• Antiperspirants:There are many over-the-counter antiperspirants that can be very useful when trying to curb sweat. If a regular antiperspirant isn’t cutting it for you, ask your doctor to write a prescription for a stronger one. You can apply antiperspirant to places other than just your underarms. Use it on your hands, hairline, or feet as well. There are even antiperspirants for the face and groin that are made specifically for sensitive areas.
    • An Iontophoresis machine:This medical device sends low-voltage currents into a pan of water where your hands or feet are sitting. The electricity can lessen the activity of your sweat glands, at least for a while. However, it can take up to 10 sessions with the iontophoresis machine to deactivate your sweat glands. You may need to use this machine up to three times a week in the beginning and one treatment can take up to 40 minutes. Although iontophoresis as a treatment for palmar and plantar hyperhidrosis may give your hands and feet a much needed break, the iontophoresis machine is anything but convenient. Iontophoresis really does work, but patients have to be willing to keep up with a regular treatment regimen for it to work successfully.
    • Botox:If other treatments aren’t enough in your, you might need Botox injections. Botox can be particularly useful for axillary hyperhidrosis, but botox can also be a treatment for palmar and plantar hyperhidrosis. Botox can provide up to 6 months of reduced sweating. If you’re going to pursue this route, you should look for someone who is experienced at doing Botox injections in the underarms to ensure the right area is targeted.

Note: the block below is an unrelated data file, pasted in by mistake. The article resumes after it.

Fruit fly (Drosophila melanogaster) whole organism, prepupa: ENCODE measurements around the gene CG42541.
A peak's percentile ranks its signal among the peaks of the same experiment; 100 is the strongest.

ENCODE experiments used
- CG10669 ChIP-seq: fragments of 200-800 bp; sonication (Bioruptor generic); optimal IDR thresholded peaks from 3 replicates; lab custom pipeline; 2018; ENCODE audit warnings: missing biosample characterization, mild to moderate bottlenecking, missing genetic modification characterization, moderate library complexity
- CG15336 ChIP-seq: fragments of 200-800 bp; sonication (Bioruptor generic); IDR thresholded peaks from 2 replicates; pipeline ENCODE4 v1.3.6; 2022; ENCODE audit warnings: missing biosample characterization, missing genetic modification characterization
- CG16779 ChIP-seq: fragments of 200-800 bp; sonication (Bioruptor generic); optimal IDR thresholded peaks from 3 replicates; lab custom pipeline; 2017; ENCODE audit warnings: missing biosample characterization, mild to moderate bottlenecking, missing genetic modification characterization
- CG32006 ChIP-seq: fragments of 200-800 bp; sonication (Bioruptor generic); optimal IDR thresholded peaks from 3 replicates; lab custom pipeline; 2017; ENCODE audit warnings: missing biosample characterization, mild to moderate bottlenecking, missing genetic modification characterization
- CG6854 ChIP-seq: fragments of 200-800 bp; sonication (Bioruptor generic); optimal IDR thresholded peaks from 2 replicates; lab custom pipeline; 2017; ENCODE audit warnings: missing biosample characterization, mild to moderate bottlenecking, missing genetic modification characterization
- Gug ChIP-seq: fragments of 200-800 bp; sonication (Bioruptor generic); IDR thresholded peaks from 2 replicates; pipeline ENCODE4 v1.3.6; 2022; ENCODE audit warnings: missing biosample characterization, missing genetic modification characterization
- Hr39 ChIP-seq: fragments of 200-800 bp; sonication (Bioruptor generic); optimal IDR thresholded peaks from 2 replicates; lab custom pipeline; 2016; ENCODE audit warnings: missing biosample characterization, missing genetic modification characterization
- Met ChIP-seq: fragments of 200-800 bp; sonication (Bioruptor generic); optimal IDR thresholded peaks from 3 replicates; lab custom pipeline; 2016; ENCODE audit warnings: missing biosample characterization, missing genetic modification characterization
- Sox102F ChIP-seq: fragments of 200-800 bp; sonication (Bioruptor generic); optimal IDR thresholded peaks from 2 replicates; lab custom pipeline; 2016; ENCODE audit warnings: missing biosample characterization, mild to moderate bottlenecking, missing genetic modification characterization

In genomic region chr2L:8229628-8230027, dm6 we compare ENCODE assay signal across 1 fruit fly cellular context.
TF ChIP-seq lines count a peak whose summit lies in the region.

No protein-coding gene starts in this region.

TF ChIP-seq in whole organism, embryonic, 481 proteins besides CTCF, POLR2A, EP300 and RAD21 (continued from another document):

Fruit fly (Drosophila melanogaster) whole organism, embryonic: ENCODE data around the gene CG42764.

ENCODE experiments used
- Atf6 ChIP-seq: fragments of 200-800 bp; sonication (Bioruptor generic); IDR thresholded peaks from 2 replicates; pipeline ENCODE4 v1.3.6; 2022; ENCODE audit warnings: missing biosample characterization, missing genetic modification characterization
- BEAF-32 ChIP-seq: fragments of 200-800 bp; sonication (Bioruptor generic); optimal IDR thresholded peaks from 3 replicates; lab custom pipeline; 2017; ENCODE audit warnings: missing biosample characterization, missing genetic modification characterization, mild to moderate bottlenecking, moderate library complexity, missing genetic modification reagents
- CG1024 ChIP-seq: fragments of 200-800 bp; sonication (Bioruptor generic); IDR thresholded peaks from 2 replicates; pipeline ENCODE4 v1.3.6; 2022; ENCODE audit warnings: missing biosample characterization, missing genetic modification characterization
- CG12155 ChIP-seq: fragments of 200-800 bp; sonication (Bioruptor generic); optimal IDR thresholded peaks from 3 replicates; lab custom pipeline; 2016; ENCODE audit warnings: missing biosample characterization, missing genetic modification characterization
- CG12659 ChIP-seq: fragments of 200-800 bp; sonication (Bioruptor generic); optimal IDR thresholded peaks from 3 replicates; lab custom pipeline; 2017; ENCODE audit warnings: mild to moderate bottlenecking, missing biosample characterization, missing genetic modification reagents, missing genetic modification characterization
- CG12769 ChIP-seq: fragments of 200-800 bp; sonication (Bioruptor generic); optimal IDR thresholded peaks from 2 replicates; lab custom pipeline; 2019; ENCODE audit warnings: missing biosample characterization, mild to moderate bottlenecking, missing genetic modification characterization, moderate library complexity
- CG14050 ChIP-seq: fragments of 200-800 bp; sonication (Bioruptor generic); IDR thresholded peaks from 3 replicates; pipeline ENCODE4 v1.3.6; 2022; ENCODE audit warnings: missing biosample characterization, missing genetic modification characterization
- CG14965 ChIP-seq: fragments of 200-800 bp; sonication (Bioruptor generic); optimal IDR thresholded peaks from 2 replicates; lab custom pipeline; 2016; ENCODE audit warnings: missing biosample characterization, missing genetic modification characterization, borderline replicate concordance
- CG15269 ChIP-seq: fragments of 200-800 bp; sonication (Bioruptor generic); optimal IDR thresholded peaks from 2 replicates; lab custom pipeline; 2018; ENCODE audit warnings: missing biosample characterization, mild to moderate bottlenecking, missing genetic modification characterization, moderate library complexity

• Anticholinergics:A few oral medications can for hyperhidrosis can reduce the amount of sweat you produce by stopping your sweat glands from working. Most commonly patients are prescribed anticholinergics like glycopyrrolate or oxybutynin as a treatment for hyperhidrosis. These medications also have several side effects, including heart palpitations, blurry vision, and dry mouth.
    • ETS Surgery:An endoscopic thoracic sympathectomy (ETS) is a surgical treatment for primary focal hyperhidrosis. It is an operation where an individual actually has the nerve endings that transfer sensory information to the sweat glands destroyed. Since no known successful reversal of an ETS surgery has ever been recorded, this option isn’t usually on the table unless the other treatments have failed. As with any surgery, it can be risky. There is also a type of surgery called an endoscopic lumbar sympathectomy which is used to treat plantar hyperhidrosis, but this surgery can be very dangerous and is almost never recommended.[3]